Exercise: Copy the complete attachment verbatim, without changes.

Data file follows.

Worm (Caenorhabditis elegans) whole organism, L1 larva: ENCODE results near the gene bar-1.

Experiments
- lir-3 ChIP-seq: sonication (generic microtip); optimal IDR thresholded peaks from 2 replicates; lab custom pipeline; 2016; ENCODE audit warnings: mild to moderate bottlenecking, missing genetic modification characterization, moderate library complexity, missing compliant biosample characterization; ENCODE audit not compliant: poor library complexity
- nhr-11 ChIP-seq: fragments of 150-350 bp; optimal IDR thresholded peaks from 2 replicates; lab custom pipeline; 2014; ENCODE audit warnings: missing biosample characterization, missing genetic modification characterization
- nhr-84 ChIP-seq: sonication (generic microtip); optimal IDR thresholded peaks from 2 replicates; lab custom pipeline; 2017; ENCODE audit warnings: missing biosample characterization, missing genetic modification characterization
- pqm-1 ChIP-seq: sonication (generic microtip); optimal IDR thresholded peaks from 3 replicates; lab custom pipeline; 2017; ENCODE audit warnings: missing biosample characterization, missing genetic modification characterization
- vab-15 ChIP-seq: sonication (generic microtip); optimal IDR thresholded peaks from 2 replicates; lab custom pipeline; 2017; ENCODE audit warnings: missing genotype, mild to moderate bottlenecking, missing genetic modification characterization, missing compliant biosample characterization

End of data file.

Worm (Caenorhabditis elegans) whole organism, L1 larva: ENCODE results near the gene bar-1.

Experiments
- lir-3 ChIP-seq: sonication (generic microtip); optimal IDR thresholded peaks from 2 replicates; lab custom pipeline; 2016; ENCODE audit warnings: mild to moderate bottlenecking, missing genetic modification characterization, moderate library complexity, missing compliant biosample characterization; ENCODE audit not compliant: poor library complexity
- nhr-11 ChIP-seq: fragments of 150-350 bp; optimal IDR thresholded peaks from 2 replicates; lab custom pipeline; 2014; ENCODE audit warnings: missing biosample characterization, missing genetic modification characterization
- nhr-84 ChIP-seq: sonication (generic microtip); optimal IDR thresholded peaks from 2 replicates; lab custom pipeline; 2017; ENCODE audit warnings: missing biosample characterization, missing genetic modification characterization
- pqm-1 ChIP-seq: sonication (generic microtip); optimal IDR thresholded peaks from 3 replicates; lab custom pipeline; 2017; ENCODE audit warnings: missing biosample characterization, missing genetic modification characterization
- vab-15 ChIP-seq: sonication (generic microtip); optimal IDR thresholded peaks from 2 replicates; lab custom pipeline; 2017; ENCODE audit warnings: missing genotype, mild to moderate bottlenecking, missing genetic modification characterization, missing compliant biosample characterization